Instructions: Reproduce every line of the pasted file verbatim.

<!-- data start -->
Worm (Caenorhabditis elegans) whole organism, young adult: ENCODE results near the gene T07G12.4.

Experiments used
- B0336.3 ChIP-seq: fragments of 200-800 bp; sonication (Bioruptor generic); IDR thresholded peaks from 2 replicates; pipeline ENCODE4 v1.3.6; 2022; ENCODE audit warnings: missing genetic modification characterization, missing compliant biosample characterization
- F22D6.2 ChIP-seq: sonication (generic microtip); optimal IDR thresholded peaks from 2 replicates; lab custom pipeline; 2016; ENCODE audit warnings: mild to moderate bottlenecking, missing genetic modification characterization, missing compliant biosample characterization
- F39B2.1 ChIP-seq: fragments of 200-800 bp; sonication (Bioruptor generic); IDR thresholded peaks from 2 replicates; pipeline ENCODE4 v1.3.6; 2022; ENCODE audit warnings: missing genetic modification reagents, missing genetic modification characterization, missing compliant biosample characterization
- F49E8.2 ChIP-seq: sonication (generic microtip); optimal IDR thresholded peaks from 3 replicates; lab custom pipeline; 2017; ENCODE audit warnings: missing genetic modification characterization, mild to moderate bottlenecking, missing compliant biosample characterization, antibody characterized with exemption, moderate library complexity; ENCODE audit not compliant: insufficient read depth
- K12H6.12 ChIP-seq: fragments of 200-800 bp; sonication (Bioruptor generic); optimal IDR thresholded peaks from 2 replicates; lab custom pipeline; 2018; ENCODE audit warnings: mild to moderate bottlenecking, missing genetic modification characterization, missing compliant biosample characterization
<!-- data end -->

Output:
Worm (Caenorhabditis elegans) whole organism, young adult: ENCODE results near the gene T07G12.4.

Experiments used
- B0336.3 ChIP-seq: fragments of 200-800 bp; sonication (Bioruptor generic); IDR thresholded peaks from 2 replicates; pipeline ENCODE4 v1.3.6; 2022; ENCODE audit warnings: missing genetic modification characterization, missing compliant biosample characterization
- F22D6.2 ChIP-seq: sonication (generic microtip); optimal IDR thresholded peaks from 2 replicates; lab custom pipeline; 2016; ENCODE audit warnings: mild to moderate bottlenecking, missing genetic modification characterization, missing compliant biosample characterization
- F39B2.1 ChIP-seq: fragments of 200-800 bp; sonication (Bioruptor generic); IDR thresholded peaks from 2 replicates; pipeline ENCODE4 v1.3.6; 2022; ENCODE audit warnings: missing genetic modification reagents, missing genetic modification characterization, missing compliant biosample characterization
- F49E8.2 ChIP-seq: sonication (generic microtip); optimal IDR thresholded peaks from 3 replicates; lab custom pipeline; 2017; ENCODE audit warnings: missing genetic modification characterization, mild to moderate bottlenecking, missing compliant biosample characterization, antibody characterized with exemption, moderate library complexity; ENCODE audit not compliant: insufficient read depth
- K12H6.12 ChIP-seq: fragments of 200-800 bp; sonication (Bioruptor generic); optimal IDR thresholded peaks from 2 replicates; lab custom pipeline; 2018; ENCODE audit warnings: mild to moderate bottlenecking, missing genetic modification characterization, missing compliant biosample characterization